ant railroad company, by its president and manager, by written instrument duly signed, witnessed, and sealed, surrendered to the agent of the appellant the possession of all the rails and appurtenant fastenings remaining unused on the 29th of November, 1893, and included in the chattel mortgage of that date, with the right at any time, upon the refusal of the railroad to pay its indebtedness to the appellant, to rescind the original contract of sale, as to so much of the material thereby surrendered, for which, on such rescission, specified credit should be given by the appellant on the debt due it by the railroad. The rails and other material thus surrendered were on the same day (15th January) taken into the actual custody of the agent of appellant, and removed from the right of way of the railroad, where the material had been stored or piled, and were put on other ground, not under the control of the defendant railroad. The appellees were appointed receivers February 1, 1894. They claimed the surrendered material, as part of the property of the defendant railroad. The ownership of these 300 tons of steel rails and fastenings is the matter in controversy in this case. In the original transaction between the appellant and the railroad company, the property in these rails completely passed. It is not claimed that any lien for the unpaid purchase money was fixed on any of these movables prior to the giving of the chattel mortgage, on the 29th of November, 1893.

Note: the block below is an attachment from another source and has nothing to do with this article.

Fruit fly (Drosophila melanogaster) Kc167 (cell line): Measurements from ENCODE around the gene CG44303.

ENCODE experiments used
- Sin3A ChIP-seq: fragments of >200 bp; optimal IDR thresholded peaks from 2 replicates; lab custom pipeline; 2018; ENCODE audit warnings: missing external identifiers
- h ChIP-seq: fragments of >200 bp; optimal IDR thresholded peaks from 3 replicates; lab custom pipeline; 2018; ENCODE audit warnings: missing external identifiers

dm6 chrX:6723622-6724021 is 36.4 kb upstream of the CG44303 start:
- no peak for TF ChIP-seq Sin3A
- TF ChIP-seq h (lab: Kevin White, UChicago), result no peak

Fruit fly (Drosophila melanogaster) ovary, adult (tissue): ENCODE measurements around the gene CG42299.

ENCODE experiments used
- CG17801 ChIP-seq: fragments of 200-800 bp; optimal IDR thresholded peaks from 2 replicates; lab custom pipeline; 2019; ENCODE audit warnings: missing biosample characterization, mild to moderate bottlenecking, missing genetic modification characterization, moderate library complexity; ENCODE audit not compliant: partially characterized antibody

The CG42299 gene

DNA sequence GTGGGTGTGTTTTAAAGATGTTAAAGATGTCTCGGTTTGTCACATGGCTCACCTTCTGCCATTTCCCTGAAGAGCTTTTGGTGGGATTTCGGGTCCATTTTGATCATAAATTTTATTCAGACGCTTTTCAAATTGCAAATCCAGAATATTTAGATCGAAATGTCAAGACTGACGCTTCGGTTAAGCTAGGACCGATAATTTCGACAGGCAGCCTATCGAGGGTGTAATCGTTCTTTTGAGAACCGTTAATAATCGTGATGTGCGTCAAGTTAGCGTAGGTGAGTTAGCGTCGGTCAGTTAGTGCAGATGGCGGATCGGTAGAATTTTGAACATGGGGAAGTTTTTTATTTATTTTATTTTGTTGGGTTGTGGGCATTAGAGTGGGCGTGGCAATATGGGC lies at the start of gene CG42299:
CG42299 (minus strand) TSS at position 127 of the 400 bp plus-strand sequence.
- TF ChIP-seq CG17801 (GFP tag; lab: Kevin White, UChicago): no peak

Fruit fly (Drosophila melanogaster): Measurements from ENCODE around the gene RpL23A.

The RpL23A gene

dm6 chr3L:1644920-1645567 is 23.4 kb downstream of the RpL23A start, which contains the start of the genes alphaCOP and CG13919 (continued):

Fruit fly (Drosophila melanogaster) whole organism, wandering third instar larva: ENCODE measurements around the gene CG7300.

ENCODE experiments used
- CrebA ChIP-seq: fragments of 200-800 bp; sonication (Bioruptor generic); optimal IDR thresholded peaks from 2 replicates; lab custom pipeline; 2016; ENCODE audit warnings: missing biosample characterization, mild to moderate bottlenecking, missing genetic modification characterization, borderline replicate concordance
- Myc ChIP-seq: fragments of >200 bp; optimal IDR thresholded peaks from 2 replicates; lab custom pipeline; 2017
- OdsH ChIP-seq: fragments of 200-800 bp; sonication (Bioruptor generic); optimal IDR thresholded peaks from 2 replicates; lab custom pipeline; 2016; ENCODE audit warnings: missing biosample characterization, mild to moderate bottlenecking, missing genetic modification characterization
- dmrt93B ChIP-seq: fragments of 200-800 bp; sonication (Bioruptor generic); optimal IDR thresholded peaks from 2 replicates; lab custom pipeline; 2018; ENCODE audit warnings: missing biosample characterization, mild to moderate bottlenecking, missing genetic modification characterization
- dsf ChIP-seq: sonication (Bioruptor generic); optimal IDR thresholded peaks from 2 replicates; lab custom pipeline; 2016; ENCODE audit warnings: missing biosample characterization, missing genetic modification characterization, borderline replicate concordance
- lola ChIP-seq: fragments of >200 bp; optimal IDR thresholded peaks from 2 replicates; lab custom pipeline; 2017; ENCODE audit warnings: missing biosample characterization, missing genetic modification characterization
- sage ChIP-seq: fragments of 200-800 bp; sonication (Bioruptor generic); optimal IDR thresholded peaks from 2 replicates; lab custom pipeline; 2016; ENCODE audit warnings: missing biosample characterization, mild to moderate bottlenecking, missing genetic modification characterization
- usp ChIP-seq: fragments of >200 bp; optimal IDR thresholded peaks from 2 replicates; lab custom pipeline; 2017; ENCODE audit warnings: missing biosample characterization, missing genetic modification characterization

Appellees insist that Charles M. Putnam, as president and manager of the railroad company, had no power to make that chattel mortgage, because not authorized by a duly passed and registered resolution of the company's stockholders, and that he had no power on the 15th of January, 1894, to surrender the property to the appellant, and to provide for a rescission of appellant's sale made in April previous, and completed by delivery, because the railroad corporation was at that time insolvent, and the transaction was an unlawful preference of one creditor, and also because at that time the property had been drawn into the custody of the law by the filing of the stockholders' bill on the 29th of December, and service of notice on the defendants. If neither of these objections to the transactions had on the 15th of January is sound, it is wholly immaterial whether the objection to the chattel mortgage is sound or unfounded. Where a bill in equity brings under the direct control of the court all the property and estate of the defendants, or of certain named defendants, or certain designated property of all or of either of the defendants, to be administered for the benefit of all entitled to share in the fruits of the litigation, and the possession and control of the property are necessary to the exercise of the jurisdiction of the court, the filing of the bill and service of process is an equitable levy on the property, and pending the proceedings such property may properly be held to be in gremio legis. The actual seizure of the property is not necessary to produce this effect, where the possession of the property is necessary to the granting of the relief sought. In such cases the commencement of the suit is sufficient to give the court whose jurisdiction is invoked the exclusive right to control the property. Adams v. Trust Co., 66 Fed. 617,